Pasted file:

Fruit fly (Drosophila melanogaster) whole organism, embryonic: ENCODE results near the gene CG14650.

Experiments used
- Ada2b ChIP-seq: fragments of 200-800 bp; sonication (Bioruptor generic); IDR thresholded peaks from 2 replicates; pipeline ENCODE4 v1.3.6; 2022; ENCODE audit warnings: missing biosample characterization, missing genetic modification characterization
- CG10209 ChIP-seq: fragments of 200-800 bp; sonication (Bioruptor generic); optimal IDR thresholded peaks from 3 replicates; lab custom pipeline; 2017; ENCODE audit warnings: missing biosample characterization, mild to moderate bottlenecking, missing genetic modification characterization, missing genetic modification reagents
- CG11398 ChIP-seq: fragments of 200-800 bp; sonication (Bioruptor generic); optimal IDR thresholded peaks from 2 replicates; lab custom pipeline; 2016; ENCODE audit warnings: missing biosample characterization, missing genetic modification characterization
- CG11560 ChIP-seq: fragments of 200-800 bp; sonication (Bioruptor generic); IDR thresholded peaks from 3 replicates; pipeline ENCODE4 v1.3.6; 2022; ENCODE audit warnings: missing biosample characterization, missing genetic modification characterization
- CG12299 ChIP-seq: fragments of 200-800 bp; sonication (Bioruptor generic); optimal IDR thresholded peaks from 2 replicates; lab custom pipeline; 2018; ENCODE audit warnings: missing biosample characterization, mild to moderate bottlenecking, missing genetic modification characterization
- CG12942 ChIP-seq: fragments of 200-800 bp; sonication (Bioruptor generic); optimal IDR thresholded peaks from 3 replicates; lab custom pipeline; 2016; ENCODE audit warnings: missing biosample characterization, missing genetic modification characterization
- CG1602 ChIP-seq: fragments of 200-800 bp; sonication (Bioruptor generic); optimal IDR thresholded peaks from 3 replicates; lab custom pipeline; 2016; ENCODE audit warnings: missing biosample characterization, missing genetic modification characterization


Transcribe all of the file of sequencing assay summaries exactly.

Fruit fly (Drosophila melanogaster) whole organism, embryonic: ENCODE results near the gene CG14650.

Experiments used
- Ada2b ChIP-seq: fragments of 200-800 bp; sonication (Bioruptor generic); IDR thresholded peaks from 2 replicates; pipeline ENCODE4 v1.3.6; 2022; ENCODE audit warnings: missing biosample characterization, missing genetic modification characterization
- CG10209 ChIP-seq: fragments of 200-800 bp; sonication (Bioruptor generic); optimal IDR thresholded peaks from 3 replicates; lab custom pipeline; 2017; ENCODE audit warnings: missing biosample characterization, mild to moderate bottlenecking, missing genetic modification characterization, missing genetic modification reagents
- CG11398 ChIP-seq: fragments of 200-800 bp; sonication (Bioruptor generic); optimal IDR thresholded peaks from 2 replicates; lab custom pipeline; 2016; ENCODE audit warnings: missing biosample characterization, missing genetic modification characterization
- CG11560 ChIP-seq: fragments of 200-800 bp; sonication (Bioruptor generic); IDR thresholded peaks from 3 replicates; pipeline ENCODE4 v1.3.6; 2022; ENCODE audit warnings: missing biosample characterization, missing genetic modification characterization
- CG12299 ChIP-seq: fragments of 200-800 bp; sonication (Bioruptor generic); optimal IDR thresholded peaks from 2 replicates; lab custom pipeline; 2018; ENCODE audit warnings: missing biosample characterization, mild to moderate bottlenecking, missing genetic modification characterization
- CG12942 ChIP-seq: fragments of 200-800 bp; sonication (Bioruptor generic); optimal IDR thresholded peaks from 3 replicates; lab custom pipeline; 2016; ENCODE audit warnings: missing biosample characterization, missing genetic modification characterization
- CG1602 ChIP-seq: fragments of 200-800 bp; sonication (Bioruptor generic); optimal IDR thresholded peaks from 3 replicates; lab custom pipeline; 2016; ENCODE audit warnings: missing biosample characterization, missing genetic modification characterization